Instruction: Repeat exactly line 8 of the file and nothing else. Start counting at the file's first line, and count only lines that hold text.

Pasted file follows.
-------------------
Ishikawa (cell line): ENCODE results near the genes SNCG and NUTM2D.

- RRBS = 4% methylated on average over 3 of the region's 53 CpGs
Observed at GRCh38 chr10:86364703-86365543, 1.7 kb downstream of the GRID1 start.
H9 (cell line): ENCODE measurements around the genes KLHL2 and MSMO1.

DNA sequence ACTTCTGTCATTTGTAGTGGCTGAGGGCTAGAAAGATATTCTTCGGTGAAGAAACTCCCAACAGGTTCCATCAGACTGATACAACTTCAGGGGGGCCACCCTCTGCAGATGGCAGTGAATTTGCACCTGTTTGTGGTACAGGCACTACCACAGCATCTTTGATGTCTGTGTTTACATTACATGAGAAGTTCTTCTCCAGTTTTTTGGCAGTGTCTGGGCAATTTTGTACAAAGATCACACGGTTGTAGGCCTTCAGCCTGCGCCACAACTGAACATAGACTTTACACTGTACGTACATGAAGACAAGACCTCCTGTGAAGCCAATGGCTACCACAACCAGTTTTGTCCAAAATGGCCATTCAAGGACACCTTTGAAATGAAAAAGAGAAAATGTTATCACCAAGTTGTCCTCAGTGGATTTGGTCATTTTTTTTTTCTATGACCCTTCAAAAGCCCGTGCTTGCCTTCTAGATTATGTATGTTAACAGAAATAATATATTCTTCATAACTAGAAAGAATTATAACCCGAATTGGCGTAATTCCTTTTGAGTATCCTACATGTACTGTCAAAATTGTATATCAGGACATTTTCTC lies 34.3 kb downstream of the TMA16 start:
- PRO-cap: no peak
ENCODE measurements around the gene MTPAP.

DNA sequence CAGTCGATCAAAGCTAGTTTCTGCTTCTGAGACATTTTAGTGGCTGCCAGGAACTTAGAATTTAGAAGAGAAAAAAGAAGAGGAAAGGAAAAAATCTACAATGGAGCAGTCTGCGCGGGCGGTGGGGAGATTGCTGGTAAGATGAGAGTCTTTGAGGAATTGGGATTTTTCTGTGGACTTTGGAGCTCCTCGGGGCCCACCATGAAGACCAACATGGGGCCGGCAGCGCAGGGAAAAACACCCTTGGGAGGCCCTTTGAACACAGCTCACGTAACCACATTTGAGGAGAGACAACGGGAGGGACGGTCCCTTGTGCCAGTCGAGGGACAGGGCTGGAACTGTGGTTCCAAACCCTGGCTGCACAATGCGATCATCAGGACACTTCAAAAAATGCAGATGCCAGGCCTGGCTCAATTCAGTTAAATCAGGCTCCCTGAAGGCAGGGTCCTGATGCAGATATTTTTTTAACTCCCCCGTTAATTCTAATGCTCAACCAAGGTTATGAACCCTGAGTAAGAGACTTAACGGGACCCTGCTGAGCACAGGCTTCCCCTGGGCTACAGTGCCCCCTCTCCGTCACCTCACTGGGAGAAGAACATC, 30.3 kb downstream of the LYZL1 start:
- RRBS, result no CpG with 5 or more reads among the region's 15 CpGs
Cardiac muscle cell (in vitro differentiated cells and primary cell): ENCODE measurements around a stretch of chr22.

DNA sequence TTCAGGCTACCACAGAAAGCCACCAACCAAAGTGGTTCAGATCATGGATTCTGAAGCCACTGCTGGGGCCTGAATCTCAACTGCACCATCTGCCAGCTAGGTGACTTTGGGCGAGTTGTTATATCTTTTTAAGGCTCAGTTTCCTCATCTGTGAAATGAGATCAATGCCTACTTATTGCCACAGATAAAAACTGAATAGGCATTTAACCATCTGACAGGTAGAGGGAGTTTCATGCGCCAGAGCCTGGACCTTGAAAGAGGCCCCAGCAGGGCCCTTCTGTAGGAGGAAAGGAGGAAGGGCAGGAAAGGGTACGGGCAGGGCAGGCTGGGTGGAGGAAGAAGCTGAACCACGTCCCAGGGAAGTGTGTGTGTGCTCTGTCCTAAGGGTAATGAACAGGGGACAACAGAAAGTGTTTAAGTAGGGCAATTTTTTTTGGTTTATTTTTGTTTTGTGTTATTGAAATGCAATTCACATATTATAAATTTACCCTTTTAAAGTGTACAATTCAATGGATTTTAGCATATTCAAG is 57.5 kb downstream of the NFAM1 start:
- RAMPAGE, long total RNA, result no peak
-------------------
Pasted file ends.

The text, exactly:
DNA sequence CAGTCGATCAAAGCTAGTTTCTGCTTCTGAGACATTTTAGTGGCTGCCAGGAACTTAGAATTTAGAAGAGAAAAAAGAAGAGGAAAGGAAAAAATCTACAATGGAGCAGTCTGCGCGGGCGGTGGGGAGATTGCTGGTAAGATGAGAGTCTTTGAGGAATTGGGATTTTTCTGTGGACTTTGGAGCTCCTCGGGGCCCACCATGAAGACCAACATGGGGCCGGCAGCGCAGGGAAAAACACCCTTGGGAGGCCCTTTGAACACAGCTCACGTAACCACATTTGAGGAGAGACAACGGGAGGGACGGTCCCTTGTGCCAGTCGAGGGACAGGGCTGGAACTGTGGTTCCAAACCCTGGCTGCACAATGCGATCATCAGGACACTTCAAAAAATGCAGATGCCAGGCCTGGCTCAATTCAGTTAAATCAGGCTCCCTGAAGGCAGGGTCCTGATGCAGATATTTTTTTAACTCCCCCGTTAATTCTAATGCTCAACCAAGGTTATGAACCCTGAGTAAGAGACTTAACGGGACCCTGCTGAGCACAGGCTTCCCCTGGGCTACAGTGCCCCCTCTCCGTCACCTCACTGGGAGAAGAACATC, 30.3 kb downstream of the LYZL1 start: